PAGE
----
Animal dander sensitivity (epidermal) may respond to immunotherapy. While removal of the offending allergen is recommended, this is often not possible or there may be occupational or other sources of exposure. Therefore, a trial of immunotherapy may be warranted.

Allergen-induced asthma is an indication for immunotherapy along the guidelines for allergic rhinitis when there is a poor response to environmental control or pharmacologic treatment.


Allergen immunotherapy is divided into codes that describe the injection only and codes that describe the preparation of the antigen to be delivered for injection by a different physician.


Payment may be made for a reasonable supply of antigens that have been prepared for a particular patient when:

  • The antigens are prepared by a physician who is a doctor of medicine or osteopathy; and
  • The physician who prepared the antigens has examined the patient and has determined a plan of treatment and a dosage regimen.

Antigens must be administered in accordance with the plan of treatment and by a doctor of medicine or osteopathy or by a properly instructed person under the supervision of the doctor.
Effective January 1, 2001, the Centers for Medicare and Medicaid Services (CMS) revised the regulation limiting the supply of antigens that can be prepared by a physician for a particular patient at one time. The limitation is changed from a 12-week supply to a 12-month supply. This regulation is revised with the stipulation that it is a physician's responsibility to furnish only a supply that would remain stable and potent over the time period for which they are administered.


The starting dose of an allergenic extract and the progression of the dose must be individualized for each patient. The Immunotherapy build-up schedule entails administration of gradually increasing doses during a period of approximately 14 to 28 weeks. In conventional schedules a single dose increase is given on each visit, and the visit frequency can vary from 1 to 3 times a week. Accelerated schedules such as rush or cluster immunotherapy entail administration of several injections at increasing doses on a single visit. Accelerated schedules offer the advantage of achieving the therapeutic dose earlier but might be associated with increased risk of systemic reaction in some patients.


The duration of all forms of immunotherapy must be individualized. A presumption of failure can be made when, after 12-24 months of therapy, a person does not experience a noticeable decrease of symptoms, an increase in tolerance to the offending allergen and a reduction in medication usage.

Treatment will not be reimbursed after a 2-year period when there is no apparent clinical benefit.

The major risk of allergen immunotherapy is anaphylaxis. Allergen immunotherapy should, therefore, be administered under the supervision of an appropriately trained physician who can recognize early symptoms and signs of anaphylaxis and administer emergency medications where necessary. In addition, immunotherapy should be administered only in facilities equipped to treat anaphylaxis.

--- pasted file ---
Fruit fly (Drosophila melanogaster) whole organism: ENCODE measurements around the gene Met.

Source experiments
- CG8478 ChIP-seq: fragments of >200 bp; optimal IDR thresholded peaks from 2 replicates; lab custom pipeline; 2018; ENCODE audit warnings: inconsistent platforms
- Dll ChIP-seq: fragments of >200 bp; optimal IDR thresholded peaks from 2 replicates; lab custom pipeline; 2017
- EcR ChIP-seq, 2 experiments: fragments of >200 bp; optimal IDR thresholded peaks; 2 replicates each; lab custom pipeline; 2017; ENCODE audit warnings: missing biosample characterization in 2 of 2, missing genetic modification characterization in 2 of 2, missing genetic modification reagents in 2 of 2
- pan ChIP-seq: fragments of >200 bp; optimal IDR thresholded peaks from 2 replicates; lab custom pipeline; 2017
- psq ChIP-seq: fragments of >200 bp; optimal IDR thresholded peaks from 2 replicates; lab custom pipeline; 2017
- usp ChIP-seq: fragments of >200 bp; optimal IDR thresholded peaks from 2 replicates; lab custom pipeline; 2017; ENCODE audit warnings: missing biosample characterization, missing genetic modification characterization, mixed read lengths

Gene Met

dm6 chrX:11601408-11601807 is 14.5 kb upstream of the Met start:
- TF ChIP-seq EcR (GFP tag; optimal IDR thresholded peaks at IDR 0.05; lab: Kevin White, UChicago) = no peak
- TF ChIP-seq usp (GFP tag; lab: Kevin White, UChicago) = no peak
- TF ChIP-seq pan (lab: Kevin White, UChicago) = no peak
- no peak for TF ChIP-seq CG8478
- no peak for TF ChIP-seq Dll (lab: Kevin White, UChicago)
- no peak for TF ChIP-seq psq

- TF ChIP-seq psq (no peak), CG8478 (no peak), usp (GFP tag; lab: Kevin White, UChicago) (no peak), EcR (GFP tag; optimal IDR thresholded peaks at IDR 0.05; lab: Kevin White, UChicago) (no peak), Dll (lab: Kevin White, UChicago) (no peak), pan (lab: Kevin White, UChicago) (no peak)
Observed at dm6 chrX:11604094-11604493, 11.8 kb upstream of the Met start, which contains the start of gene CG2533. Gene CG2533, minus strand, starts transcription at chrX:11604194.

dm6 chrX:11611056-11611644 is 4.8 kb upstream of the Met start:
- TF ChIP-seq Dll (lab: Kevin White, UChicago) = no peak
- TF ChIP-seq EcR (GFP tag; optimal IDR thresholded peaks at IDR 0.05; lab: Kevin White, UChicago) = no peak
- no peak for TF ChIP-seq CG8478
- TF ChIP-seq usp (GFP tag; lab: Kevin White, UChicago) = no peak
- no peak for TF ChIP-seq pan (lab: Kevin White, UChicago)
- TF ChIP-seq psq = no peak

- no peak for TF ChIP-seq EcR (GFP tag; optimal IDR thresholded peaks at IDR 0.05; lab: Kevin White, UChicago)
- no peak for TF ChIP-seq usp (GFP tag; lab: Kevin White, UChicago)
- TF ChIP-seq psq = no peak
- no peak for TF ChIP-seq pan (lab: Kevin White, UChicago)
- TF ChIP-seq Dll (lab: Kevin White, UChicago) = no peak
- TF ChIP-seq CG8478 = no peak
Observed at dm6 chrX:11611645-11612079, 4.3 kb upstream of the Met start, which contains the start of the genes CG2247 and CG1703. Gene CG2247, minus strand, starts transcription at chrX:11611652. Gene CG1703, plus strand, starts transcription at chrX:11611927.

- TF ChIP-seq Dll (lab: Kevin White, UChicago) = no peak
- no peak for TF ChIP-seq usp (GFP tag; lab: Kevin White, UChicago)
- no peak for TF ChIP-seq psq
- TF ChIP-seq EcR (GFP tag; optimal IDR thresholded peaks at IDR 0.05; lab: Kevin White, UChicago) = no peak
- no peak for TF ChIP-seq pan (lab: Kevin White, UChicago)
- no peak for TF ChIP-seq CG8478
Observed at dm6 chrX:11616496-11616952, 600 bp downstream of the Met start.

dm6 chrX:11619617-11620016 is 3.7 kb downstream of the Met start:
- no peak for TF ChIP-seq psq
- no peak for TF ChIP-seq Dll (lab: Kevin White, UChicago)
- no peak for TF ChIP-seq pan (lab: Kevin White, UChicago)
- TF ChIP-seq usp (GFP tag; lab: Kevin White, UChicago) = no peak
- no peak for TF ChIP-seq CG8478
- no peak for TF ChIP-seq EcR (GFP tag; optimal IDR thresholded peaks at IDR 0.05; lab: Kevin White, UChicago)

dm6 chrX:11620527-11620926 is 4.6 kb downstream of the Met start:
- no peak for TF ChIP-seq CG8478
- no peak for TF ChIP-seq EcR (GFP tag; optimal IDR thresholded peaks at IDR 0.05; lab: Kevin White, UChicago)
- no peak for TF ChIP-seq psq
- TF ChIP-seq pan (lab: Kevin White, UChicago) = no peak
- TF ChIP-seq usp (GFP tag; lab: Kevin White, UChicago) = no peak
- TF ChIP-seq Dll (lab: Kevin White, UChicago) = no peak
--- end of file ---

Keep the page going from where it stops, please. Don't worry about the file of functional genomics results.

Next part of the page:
It may be appropriate to permit patient self-administration at home for the rare patient with life-threatening anaphylaxis who cannot receive immunotherapy in a health care facility (e.g., venom immunotherapy for a patient living in a remote area)). This requires very careful consideration of potential benefits and risks and should be made on an individual patient basis with appropriate informed consent.

The following services are considered investigational and will not be covered.

  • Desensitization with commercially available extracts of poison ivy, poison oak, or poison sumac.
  • Desensitization for hymenoptera sensitivity using whole body extracts, with the exception of venom extracts and fire ant extracts.
  • Desensitization with bacterial vaccine (BAC: bacterial, antigen complex, streptococcus vaccine, staphylo-strepto vaccine, serobacterin, staphylococcus phage lysate).
  • Food allergenic extract immunotherapy.
  • Intracutaneous desensitization (Rinkel Injection Therapy, RIT).
  • Neutralization therapy (intradermal and subcutaneous).
  • Repository emulsion therapy.
  • Sublingual desensitization.
  • Sublingual provocative therapy.
  • Urine autoinjection (autogenous urine immunotherapy).
  • Allergen immunotherapy for the management of skin and mucous membrane disease such as urticaria, and Candida vulvovaginitis.

Patients who are mentally or physically unable to communicate clearly with the allergist and those with a history of noncompliance are not good candidates for allergy immunotherapy.

Medicare will not cover antigens provided for sublingual administration. This type of therapy has not been proven safe and effective.

Immunotherapy with whole-body extracts of biting insects or other arthropod (95170) is covered only for fire ant extracts.

Evaluation and management codes are separately reimbursable on the same day as allergen immunotherapy only when a significant, separately identifiable service is performed.